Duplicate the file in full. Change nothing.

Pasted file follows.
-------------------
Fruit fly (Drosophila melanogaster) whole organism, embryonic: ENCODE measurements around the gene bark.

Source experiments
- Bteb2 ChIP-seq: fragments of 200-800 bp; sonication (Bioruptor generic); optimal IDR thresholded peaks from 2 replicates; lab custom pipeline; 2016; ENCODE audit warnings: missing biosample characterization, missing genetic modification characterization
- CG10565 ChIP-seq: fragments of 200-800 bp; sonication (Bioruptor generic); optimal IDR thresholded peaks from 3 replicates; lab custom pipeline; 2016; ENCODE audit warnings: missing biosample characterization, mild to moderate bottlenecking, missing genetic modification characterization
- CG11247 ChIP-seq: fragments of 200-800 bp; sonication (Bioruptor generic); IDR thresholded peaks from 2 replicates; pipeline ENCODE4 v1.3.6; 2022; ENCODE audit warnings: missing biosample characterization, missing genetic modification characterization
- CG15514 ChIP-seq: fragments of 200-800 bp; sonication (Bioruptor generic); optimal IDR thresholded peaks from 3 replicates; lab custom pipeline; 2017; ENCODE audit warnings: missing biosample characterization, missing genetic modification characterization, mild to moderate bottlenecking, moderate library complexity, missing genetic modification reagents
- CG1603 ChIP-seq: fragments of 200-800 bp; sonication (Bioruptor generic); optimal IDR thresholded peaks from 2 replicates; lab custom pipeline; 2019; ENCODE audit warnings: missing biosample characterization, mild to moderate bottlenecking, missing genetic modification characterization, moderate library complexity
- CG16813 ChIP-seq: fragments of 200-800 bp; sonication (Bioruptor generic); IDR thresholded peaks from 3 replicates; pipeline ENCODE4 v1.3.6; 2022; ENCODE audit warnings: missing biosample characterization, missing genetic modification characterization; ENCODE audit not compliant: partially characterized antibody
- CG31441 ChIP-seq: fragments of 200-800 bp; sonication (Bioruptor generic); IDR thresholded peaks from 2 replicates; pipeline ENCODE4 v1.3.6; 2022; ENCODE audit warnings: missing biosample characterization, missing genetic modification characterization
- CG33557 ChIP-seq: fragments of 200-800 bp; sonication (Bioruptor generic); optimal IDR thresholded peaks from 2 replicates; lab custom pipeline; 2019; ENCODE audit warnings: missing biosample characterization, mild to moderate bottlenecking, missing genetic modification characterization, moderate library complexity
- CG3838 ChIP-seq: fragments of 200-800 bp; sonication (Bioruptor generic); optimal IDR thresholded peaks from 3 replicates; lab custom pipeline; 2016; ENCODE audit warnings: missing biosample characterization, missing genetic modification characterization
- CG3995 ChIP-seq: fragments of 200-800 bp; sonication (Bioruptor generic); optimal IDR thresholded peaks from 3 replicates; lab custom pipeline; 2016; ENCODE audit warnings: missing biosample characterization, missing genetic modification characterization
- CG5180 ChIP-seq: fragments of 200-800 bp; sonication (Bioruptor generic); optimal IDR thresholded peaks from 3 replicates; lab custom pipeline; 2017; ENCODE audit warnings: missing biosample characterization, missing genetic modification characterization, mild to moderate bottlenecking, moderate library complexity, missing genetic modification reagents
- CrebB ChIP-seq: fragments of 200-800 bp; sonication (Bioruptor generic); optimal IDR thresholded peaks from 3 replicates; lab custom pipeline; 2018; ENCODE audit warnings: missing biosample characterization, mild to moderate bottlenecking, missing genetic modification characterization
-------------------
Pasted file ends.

Fruit fly (Drosophila melanogaster) whole organism, embryonic: ENCODE measurements around the gene bark.

Source experiments
- Bteb2 ChIP-seq: fragments of 200-800 bp; sonication (Bioruptor generic); optimal IDR thresholded peaks from 2 replicates; lab custom pipeline; 2016; ENCODE audit warnings: missing biosample characterization, missing genetic modification characterization
- CG10565 ChIP-seq: fragments of 200-800 bp; sonication (Bioruptor generic); optimal IDR thresholded peaks from 3 replicates; lab custom pipeline; 2016; ENCODE audit warnings: missing biosample characterization, mild to moderate bottlenecking, missing genetic modification characterization
- CG11247 ChIP-seq: fragments of 200-800 bp; sonication (Bioruptor generic); IDR thresholded peaks from 2 replicates; pipeline ENCODE4 v1.3.6; 2022; ENCODE audit warnings: missing biosample characterization, missing genetic modification characterization
- CG15514 ChIP-seq: fragments of 200-800 bp; sonication (Bioruptor generic); optimal IDR thresholded peaks from 3 replicates; lab custom pipeline; 2017; ENCODE audit warnings: missing biosample characterization, missing genetic modification characterization, mild to moderate bottlenecking, moderate library complexity, missing genetic modification reagents
- CG1603 ChIP-seq: fragments of 200-800 bp; sonication (Bioruptor generic); optimal IDR thresholded peaks from 2 replicates; lab custom pipeline; 2019; ENCODE audit warnings: missing biosample characterization, mild to moderate bottlenecking, missing genetic modification characterization, moderate library complexity
- CG16813 ChIP-seq: fragments of 200-800 bp; sonication (Bioruptor generic); IDR thresholded peaks from 3 replicates; pipeline ENCODE4 v1.3.6; 2022; ENCODE audit warnings: missing biosample characterization, missing genetic modification characterization; ENCODE audit not compliant: partially characterized antibody
- CG31441 ChIP-seq: fragments of 200-800 bp; sonication (Bioruptor generic); IDR thresholded peaks from 2 replicates; pipeline ENCODE4 v1.3.6; 2022; ENCODE audit warnings: missing biosample characterization, missing genetic modification characterization
- CG33557 ChIP-seq: fragments of 200-800 bp; sonication (Bioruptor generic); optimal IDR thresholded peaks from 2 replicates; lab custom pipeline; 2019; ENCODE audit warnings: missing biosample characterization, mild to moderate bottlenecking, missing genetic modification characterization, moderate library complexity
- CG3838 ChIP-seq: fragments of 200-800 bp; sonication (Bioruptor generic); optimal IDR thresholded peaks from 3 replicates; lab custom pipeline; 2016; ENCODE audit warnings: missing biosample characterization, missing genetic modification characterization
- CG3995 ChIP-seq: fragments of 200-800 bp; sonication (Bioruptor generic); optimal IDR thresholded peaks from 3 replicates; lab custom pipeline; 2016; ENCODE audit warnings: missing biosample characterization, missing genetic modification characterization
- CG5180 ChIP-seq: fragments of 200-800 bp; sonication (Bioruptor generic); optimal IDR thresholded peaks from 3 replicates; lab custom pipeline; 2017; ENCODE audit warnings: missing biosample characterization, missing genetic modification characterization, mild to moderate bottlenecking, moderate library complexity, missing genetic modification reagents
- CrebB ChIP-seq: fragments of 200-800 bp; sonication (Bioruptor generic); optimal IDR thresholded peaks from 3 replicates; lab custom pipeline; 2018; ENCODE audit warnings: missing biosample characterization, mild to moderate bottlenecking, missing genetic modification characterization